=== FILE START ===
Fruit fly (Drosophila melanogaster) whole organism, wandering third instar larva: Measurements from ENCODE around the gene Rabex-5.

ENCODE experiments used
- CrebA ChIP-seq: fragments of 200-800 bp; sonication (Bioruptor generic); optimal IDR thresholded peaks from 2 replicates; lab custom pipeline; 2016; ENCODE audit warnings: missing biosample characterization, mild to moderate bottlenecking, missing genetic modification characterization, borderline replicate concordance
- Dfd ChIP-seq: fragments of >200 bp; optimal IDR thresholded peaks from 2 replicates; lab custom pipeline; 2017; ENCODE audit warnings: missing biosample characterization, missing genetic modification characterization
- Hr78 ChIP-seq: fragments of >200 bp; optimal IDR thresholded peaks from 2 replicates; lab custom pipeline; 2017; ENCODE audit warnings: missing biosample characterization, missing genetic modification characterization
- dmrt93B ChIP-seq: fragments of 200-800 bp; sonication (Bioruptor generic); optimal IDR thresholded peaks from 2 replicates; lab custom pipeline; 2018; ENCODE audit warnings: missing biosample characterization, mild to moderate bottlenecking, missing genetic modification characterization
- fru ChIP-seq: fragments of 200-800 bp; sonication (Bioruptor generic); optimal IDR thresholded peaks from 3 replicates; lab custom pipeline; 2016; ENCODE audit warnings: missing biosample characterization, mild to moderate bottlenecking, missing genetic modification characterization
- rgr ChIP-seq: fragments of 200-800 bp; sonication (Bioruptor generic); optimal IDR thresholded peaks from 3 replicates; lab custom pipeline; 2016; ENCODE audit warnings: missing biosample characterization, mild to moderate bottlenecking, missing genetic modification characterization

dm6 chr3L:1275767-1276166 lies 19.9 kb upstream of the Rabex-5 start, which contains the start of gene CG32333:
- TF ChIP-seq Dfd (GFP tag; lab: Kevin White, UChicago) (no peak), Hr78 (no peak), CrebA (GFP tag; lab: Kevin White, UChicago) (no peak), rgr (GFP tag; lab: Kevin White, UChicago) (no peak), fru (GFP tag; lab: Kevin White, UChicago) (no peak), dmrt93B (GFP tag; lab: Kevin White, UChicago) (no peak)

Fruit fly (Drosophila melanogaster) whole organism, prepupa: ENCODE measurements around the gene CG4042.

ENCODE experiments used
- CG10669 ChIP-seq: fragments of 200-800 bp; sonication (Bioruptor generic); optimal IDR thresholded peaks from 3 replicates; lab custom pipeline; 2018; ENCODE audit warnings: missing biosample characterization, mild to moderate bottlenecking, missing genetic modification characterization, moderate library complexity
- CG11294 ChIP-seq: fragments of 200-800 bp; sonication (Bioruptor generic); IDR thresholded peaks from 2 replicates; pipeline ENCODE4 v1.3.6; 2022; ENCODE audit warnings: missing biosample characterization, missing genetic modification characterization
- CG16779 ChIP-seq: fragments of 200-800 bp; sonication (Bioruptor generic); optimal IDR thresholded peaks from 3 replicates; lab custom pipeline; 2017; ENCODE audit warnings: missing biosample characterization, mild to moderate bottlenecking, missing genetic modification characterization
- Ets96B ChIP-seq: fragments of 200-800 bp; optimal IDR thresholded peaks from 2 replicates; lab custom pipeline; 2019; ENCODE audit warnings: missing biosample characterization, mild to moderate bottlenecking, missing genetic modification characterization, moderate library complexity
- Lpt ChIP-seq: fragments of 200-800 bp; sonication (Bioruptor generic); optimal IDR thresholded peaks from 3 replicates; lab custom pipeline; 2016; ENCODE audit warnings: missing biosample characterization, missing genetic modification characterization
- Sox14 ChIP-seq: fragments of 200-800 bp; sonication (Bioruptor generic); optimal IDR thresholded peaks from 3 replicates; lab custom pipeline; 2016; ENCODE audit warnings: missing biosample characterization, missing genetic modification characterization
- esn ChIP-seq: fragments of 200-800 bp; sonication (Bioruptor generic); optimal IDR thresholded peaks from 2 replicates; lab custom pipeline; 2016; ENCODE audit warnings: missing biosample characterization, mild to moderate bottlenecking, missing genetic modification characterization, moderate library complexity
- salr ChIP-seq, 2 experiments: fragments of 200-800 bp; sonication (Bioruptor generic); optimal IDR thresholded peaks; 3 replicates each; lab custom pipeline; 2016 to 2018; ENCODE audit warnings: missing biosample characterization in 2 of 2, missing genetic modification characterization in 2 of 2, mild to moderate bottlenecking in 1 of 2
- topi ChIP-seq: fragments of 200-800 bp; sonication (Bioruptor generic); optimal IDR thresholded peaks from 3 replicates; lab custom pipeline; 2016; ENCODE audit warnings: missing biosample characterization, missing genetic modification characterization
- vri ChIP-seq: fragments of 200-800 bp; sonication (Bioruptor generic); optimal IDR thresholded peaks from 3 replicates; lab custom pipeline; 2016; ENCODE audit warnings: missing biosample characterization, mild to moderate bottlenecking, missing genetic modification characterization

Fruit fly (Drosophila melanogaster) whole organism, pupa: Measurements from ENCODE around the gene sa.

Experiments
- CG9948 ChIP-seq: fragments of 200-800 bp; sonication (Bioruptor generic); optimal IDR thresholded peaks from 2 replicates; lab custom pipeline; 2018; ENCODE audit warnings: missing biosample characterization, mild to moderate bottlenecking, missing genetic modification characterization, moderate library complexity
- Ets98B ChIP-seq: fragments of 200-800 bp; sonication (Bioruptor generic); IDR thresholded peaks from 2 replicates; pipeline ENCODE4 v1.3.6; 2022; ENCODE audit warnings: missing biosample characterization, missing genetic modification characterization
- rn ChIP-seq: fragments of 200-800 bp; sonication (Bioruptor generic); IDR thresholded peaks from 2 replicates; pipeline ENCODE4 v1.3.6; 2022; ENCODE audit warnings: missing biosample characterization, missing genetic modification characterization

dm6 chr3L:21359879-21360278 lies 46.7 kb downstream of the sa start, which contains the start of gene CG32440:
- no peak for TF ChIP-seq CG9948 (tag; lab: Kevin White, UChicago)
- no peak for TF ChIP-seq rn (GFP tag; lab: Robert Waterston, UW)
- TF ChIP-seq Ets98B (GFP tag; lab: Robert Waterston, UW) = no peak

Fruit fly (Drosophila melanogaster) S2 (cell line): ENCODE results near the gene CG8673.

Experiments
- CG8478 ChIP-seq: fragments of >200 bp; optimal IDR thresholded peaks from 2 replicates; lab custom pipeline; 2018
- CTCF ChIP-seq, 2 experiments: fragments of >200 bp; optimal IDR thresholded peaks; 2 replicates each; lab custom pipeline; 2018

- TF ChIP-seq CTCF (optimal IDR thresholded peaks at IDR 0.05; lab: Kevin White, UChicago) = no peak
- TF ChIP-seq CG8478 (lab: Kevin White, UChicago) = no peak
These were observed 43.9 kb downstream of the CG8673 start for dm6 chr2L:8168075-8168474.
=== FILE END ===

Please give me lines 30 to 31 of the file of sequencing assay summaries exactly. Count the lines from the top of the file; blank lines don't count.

- no peak for TF ChIP-seq rn (GFP tag; lab: Robert Waterston, UW)
- TF ChIP-seq Ets98B (GFP tag; lab: Robert Waterston, UW) = no peak